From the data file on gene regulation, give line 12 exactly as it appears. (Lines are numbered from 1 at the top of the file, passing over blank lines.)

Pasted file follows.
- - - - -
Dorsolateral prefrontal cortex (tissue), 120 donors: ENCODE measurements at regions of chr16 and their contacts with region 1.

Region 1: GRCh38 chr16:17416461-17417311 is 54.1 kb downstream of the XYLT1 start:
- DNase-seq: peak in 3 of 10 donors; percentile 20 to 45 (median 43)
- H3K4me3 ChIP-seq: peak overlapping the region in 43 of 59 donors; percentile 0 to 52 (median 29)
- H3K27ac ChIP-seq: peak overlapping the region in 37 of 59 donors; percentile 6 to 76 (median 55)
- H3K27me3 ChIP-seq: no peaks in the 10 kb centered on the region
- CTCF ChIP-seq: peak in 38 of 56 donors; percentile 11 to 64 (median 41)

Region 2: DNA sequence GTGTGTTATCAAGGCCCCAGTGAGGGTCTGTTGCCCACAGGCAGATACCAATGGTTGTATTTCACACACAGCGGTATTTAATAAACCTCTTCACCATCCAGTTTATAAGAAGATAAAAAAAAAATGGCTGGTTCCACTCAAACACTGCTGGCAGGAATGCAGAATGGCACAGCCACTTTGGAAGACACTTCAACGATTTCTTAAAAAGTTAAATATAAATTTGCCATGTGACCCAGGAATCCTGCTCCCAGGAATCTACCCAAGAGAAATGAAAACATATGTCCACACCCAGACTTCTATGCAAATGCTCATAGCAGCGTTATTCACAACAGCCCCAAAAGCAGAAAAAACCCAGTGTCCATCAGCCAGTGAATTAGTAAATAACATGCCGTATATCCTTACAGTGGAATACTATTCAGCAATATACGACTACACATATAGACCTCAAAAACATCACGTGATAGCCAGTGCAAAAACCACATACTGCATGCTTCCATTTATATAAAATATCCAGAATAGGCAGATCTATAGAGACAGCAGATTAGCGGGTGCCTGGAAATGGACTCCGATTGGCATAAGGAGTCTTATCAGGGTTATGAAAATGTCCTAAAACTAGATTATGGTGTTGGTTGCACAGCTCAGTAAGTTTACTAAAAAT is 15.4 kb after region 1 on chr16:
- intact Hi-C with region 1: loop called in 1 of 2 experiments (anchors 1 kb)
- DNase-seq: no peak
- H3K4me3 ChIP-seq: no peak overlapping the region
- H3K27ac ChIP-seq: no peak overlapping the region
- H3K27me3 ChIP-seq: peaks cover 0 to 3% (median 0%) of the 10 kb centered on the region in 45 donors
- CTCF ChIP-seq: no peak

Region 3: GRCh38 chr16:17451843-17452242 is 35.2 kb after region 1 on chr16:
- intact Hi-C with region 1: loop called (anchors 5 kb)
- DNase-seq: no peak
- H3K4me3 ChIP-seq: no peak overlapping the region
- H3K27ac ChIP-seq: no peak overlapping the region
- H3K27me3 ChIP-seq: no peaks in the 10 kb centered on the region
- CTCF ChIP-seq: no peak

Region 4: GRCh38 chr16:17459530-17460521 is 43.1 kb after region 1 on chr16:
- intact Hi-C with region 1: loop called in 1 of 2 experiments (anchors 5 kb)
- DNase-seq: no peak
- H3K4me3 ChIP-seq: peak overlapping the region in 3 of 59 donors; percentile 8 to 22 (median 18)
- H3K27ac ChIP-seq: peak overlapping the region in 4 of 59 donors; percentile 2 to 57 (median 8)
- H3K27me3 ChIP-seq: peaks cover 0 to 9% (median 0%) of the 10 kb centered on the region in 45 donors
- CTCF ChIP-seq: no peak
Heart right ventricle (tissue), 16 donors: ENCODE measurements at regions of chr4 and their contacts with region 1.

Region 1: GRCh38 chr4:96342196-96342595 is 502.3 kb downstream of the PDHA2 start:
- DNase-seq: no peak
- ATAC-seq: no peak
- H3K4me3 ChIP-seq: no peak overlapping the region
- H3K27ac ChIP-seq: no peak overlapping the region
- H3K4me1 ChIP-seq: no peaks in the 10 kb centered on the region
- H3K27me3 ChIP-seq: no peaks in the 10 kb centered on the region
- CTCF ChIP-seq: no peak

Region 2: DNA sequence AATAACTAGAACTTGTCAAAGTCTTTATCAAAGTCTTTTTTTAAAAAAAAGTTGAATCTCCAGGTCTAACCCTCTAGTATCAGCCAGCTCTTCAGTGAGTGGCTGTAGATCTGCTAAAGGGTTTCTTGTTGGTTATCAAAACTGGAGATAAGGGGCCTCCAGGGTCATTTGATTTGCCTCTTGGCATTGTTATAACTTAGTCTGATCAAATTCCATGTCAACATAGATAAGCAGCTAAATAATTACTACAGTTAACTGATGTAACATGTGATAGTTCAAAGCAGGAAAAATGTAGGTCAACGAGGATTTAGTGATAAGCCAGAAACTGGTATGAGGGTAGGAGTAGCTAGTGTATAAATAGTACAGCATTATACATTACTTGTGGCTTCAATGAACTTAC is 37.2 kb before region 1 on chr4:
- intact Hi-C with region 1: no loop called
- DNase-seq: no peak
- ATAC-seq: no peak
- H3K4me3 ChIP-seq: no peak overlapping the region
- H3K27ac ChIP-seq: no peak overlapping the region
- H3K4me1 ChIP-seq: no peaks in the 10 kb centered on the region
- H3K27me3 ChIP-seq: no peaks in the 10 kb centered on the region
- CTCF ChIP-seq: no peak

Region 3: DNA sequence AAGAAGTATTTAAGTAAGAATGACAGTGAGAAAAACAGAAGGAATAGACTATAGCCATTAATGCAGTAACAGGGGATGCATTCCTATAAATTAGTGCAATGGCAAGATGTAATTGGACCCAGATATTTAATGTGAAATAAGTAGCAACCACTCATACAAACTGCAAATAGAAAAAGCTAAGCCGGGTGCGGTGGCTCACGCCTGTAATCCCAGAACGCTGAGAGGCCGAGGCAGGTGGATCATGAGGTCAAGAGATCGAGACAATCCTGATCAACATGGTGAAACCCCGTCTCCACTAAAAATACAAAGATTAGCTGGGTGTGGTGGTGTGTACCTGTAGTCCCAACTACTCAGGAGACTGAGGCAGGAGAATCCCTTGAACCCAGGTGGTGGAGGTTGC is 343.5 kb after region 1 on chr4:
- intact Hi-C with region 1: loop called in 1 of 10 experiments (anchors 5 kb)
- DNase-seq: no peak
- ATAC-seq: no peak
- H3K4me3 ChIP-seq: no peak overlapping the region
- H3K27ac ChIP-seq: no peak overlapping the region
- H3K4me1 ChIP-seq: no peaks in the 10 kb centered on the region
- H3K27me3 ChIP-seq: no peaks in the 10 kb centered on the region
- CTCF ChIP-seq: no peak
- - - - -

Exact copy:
- H3K27ac ChIP-seq: no peak overlapping the region